I’d like to share some interesting time management data I’ve collected over the last nine months. When I first left Terrafugia, in October 2012, I started what my McKinsey friend called “search.” That’s when your full time job becomes finding your next full time job. I was busy with “search” the very first day off of work, finding entrepreneurial networking groups, looking into various business ideas, and meeting with all kinds of people about all kinds of topics.
After a time, it became clear that certain projects would earn my regular and ongoing attention. The graph below shows one series for each such project. The data begin on January 24, 2013, but they’re smoothed out as 40 day moving averages. The vertical axis shows “level of effort,” or what percent of my working hours went to a given project.
A short legend:
- “mtl 7” is my rental property. It’s a steady 10% effort except during vacancies, like in March and April.
- “ArtistBomb” is a bona fide tech startup with real potential; it’s where I put most of my effort now.
- “ghost bear” was the code name given to a project to develop a luxury consumer product. This was canceled due to what we forecast as shrinking margins and rising development costs.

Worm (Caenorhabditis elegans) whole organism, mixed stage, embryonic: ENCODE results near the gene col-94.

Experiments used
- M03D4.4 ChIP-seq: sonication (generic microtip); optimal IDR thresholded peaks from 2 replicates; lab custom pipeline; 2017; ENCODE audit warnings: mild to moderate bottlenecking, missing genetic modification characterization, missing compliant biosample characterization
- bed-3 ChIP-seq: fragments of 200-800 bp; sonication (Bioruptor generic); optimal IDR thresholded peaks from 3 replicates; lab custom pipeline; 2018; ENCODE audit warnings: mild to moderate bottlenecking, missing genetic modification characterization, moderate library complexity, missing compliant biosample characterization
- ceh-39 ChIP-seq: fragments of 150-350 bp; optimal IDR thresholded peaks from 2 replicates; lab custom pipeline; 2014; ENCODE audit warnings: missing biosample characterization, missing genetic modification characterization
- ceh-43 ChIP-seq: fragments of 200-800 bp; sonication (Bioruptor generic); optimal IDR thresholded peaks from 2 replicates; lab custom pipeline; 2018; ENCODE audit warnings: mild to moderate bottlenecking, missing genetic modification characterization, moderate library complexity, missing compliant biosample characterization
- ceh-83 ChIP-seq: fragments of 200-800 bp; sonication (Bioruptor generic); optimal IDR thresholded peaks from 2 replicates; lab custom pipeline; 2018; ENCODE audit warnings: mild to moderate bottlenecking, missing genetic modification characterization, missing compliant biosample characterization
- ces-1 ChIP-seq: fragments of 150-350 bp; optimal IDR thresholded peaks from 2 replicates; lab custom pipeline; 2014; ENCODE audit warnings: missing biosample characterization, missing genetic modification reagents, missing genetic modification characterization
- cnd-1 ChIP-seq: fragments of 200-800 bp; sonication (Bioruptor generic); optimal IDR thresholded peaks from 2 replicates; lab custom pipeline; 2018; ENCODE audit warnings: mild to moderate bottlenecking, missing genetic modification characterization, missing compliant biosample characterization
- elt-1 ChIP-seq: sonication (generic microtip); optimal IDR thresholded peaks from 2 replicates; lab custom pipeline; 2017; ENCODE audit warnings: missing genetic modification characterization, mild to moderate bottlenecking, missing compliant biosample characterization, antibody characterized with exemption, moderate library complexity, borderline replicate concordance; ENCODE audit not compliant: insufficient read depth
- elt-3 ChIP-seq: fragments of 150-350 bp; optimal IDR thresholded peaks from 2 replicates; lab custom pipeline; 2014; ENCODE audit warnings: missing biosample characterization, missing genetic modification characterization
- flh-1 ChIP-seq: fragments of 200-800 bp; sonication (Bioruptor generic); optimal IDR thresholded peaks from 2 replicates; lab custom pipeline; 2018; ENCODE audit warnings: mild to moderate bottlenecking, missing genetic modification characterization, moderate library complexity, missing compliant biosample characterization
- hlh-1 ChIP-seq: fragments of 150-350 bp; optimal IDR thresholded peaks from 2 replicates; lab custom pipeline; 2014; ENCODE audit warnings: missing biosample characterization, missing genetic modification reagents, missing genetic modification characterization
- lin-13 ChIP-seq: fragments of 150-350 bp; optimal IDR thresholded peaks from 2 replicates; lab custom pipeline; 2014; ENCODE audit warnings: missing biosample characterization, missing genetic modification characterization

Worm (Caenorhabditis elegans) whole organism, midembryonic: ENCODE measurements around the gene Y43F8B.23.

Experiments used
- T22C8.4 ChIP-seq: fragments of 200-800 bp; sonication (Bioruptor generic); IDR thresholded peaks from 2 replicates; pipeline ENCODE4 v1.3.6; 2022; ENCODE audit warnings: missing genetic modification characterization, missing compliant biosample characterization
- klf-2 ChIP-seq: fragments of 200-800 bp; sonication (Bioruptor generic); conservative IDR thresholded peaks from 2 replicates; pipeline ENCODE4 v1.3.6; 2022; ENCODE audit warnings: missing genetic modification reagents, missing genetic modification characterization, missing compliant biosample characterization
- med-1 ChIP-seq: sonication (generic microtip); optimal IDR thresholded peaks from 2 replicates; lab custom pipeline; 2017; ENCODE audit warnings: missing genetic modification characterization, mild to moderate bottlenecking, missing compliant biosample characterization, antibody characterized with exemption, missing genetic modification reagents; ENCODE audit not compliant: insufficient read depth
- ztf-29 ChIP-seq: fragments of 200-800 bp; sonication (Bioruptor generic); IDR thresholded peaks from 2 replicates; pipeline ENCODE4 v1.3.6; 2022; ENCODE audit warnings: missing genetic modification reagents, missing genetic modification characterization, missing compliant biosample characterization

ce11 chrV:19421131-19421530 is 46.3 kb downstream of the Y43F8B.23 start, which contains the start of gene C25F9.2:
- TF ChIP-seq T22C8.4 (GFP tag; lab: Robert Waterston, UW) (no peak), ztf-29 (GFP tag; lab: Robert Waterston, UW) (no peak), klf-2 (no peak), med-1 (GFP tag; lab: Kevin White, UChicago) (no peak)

- “stocks, finances, and accounting” is the time I spend keeping my financial house in order.
- “wpoa” is the Worcester Property Owners Association, a volunteer effort with far-reaching possibilities down the road
- “blog/consult/elance” tracks my time developing this blog, doing ad hoc consulting, and learning how to use elance both as buyer and seller. They’re grouped because these activities happen under the same entity.
- the “bagpack” is the BagPack for Hands Free Groceries, a consumer product that was able to get off the ground. (We’re still looking for a real model.)
- “search” includes the wide variety of projects with which I’ve had some contact, including apps for local search, hardware and software for robotic vision, and just over a dozen other concepts pitched to me. It also includes my networking time before I started representing ArtistBomb exclusively.
- “business of life” is my catch-all for things like “getting new tires” or “getting new cell phone.” They directly benefit my productivity but can’t be allocated fairly to any project.
I find it interesting to look back and see how my attention has shifted hither and thither. Some projects require constant nurturing, some develop wings and fly off on their own, some have to be taken around back and shot. But that’s the risk with any new venture. Good time management ensures that you’re getting the most out of yourself, even if sometimes you head down blind alleys.